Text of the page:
The aging case around the seed is opening along preformed slits.

The aging case around the seed is opening along preformed slits.

The seed contains 20-some percent oil and burns like napalm.  Both in the Americas and in Africa the seeds skewered on sticks or strung on wires make natural candles, no doubt accounting for the name “Fat Pork” applied to Cocoplums the Caribbean.  It burns with a popping sound and black oily smoke.  Historically enterprising harvesters shipped the seeds from Africa to England as cheap candles.  Maybe now we could squeeze a little biofuel out of our hedges.

Facilitated by slits in the endocarp, the seedling can emerge.

Facilitated by slits in the endocarp, the seedling can emerge.

Speaking of names, the botanical name is interesting.  Chrysobalanus translates in polite society as “golden acorn.”   But Linnaeus was not fully fit for polite society, and the name is probably a double entendre not seemly for translation in our genteel blog.    (The endocarp does look much like an acorn.)

“Icaco” is even a more-interesting name, since it seems to contain a clue about potential pre-Columbian cultural intercourse.   “Icaco” reportedly comes from an indigenous name for the plant from Hispaniola,  “Icaco” or “Hicaco.”   Okay, good, and what really spices the sauce is the similarity of its indigenous names from other localities scattered around the Caribbean, from “Ekakes” in Curacao to names resembling “Hekako” in Mesoamerica, and in Florida, as noted by Florida botanist Dan Austin.  Names don’t move around the Caribbean unless people are island hopping, and apparently dropping by the Sunshine State.  Personally, I (not an original notion) expect archaeology to reveal more and more pan-Caribbean influences impacting ancient Florida, from agaves to papayas to the name “hekako.”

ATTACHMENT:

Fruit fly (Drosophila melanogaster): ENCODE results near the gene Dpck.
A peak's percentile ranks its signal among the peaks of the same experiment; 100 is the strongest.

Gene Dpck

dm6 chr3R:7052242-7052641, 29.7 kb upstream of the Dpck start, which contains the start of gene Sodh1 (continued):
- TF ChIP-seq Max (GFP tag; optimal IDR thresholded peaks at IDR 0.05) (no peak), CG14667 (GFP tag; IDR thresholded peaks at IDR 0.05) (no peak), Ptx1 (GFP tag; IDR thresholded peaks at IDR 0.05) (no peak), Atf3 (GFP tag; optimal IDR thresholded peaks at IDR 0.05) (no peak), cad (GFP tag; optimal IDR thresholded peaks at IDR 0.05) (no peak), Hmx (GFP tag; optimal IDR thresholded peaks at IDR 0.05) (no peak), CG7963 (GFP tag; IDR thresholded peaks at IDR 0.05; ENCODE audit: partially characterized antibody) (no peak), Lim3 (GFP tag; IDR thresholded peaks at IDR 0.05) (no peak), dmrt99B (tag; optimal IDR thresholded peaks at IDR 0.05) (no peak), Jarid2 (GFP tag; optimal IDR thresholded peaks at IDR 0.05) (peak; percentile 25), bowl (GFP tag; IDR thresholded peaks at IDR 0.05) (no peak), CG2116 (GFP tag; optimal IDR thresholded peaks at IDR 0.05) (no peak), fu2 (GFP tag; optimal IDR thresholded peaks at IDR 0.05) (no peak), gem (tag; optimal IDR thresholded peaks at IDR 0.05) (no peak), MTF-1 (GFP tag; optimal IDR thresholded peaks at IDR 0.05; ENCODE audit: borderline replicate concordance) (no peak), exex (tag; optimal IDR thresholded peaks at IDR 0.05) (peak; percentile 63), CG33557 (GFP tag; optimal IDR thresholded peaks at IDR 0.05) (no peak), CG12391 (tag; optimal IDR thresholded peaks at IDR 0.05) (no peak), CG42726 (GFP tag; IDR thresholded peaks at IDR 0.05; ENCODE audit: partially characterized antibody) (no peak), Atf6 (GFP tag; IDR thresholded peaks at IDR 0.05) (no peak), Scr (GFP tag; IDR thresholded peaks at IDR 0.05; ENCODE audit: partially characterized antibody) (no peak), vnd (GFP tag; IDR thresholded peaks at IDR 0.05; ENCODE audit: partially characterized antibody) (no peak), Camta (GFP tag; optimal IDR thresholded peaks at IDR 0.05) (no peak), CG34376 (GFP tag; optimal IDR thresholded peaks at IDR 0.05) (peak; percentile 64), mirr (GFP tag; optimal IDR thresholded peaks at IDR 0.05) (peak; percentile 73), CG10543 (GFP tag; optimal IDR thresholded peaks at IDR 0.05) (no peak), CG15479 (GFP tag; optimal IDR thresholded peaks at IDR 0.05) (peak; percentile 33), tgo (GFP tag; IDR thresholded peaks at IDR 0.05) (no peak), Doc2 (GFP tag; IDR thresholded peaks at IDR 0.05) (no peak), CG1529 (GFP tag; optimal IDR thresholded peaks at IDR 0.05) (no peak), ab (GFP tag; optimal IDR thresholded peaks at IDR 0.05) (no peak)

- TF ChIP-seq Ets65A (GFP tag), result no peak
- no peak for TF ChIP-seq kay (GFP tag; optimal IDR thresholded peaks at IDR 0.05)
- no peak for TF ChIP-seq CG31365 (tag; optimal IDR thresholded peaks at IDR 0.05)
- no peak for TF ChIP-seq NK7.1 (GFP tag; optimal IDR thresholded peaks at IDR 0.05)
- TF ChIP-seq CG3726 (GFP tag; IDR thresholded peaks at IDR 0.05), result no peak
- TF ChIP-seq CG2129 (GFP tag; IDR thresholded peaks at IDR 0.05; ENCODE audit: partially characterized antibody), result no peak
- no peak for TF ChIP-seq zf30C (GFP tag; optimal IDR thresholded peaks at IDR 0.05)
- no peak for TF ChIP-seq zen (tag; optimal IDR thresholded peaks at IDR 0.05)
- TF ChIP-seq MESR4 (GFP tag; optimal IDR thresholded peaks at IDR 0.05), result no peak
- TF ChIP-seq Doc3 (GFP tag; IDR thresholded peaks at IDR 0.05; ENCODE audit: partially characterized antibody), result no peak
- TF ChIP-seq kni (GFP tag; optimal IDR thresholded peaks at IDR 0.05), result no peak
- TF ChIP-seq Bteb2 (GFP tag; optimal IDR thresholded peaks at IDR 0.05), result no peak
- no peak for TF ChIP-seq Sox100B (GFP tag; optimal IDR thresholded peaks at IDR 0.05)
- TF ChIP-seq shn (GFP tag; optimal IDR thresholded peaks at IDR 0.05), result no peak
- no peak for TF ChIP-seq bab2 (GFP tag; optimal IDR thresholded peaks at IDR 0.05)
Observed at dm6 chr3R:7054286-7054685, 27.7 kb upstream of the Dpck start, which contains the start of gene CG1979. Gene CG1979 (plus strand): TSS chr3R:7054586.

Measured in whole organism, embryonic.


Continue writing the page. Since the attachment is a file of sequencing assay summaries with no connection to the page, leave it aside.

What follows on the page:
Fat pork lights up the night. Cultures on both sides of the Atlantic had the same idea.

Fat pork lights up the night. Cultures on both sides of the Atlantic had the same bright idea.

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14 Comments

Posted by on January 11, 2014 in Coco Plum

 

Tags: , ,

14 responses to “Backyard Hedges, Congo Riverfront Landscaping, and Burnin’ Fat Pork

  1. Mary Hart

    January 18, 2014 at 5:38 am

    I love some of Linnaes’ down to earth renderings, e.g. his version of the fungus Stinkhorn (in English!)

     
  2. George Rogers

    January 18, 2014 at 7:12 am

    Hi Mary, OK, now I must look that up, but I’ll be blushing. Every now and then I go out the front door, and smell the foul odor of something in the old mulch. Well, lookee there, a stinkhorn. Always in a rush, never with camera in hand. Linnaeus would be the perfect example to prove that stuffy ol’ 18th Century wig-wearing academics weren’t necessarily all so stuffy.

     
  3. Michael Archetti

    January 23, 2014 at 9:53 pm

    Well you were right! Can’t believe I didn’t know I had such a great potential biofuel growing like a weed all over my property. Great blog, I can already tell I’ll be spending quite a bit of time on here!

     
    • George Rogers

      January 23, 2014 at 10:02 pm

      Michael! All right! Nice to see you, and you know the deal. Try burning the seed—it really cooks.